U.S. Treasuries climbed on Tuesday after several Canadian investment trusts had trouble repaying short-term loans, further evidence that a crisis that began in mortgages has led to a wider credit crunch.

The development sent stocks on a tumble and boosted government debt, as did news that Sentinel Management Group had become the latest investment fund to prevent panicky customers from withdrawing their cash.

Disappointing earnings results from Wal-Mart and Home Depot were also beneficial to Treasuries since they signaled the housing downturn is finally catching up to consumers, whose spending powers about two thirds of the overall economy.

Benchmark 10-year notes were up 8/32 and offering a yield of 4.73 percent, down three basis points on the day and a full 60 basis points below a June high -- the biggest two-month drop in yields for nearly a year.

Problems persist in the commercial paper and asset-backed markets, said Frank Hsu, director of global fixed income at Fimat. Today it's Canada, but other countries including the U.S. could have similar issues.

Credit rating agency DBRS said 17 Canadian issuers of asset-backed commercial paper had asked their liquidity providers for funding to pay for maturing notes, citing a market disruption. Failure to secure such funding could lead to defaults, DBRS said.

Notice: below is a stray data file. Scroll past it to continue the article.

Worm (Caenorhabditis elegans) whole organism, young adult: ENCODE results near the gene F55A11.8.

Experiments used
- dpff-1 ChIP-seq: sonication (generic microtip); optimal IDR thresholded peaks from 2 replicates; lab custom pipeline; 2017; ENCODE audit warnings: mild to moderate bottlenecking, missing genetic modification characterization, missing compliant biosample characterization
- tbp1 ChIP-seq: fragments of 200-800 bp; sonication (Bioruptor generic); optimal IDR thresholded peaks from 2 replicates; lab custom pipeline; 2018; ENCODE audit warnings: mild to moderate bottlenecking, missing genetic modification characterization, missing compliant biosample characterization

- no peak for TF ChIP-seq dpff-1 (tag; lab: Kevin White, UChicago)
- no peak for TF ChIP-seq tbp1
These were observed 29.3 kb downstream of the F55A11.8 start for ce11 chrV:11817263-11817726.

This was only the latest in a flood of bad news emerging from the credit sector, much of it indicating that just as investors had indiscriminately embraced risk over the past ten years, they are now indiscriminately shunning it.

Even Goldman Sachs, arguably the most prestigious Wall Street bank, was forced on Monday to rescue one of its hedge funds with an infusion of $3 billion, after the fund lost 30 percent of its value in just a week.

Turbulence in hedge world could be exacerbated on Wednesday, since investors face a deadline for notifying fund managers that they would like to jump ship.

The barrage of incidents has sparked speculation that the Federal Reserve will have to intervene by cutting interest rates in order to keep markets liquid.

Already, central banks around the world have flushed more than $400 billion of temporary funds into the financial system since last Thursday, looking to keep transactions between banks running smoothly despite growing mistrust.

Many experts say the Fed would have to see clear evidence that these financial debacles are having a pronounced macroeconomic impact before slashing rates, particularly since inflation looks stubborn in some areas.

But pessimists say officials need look no further than the press release that accompanied Wal-Mart's earnings statement, which said that many customers were running out of money toward the end of the month.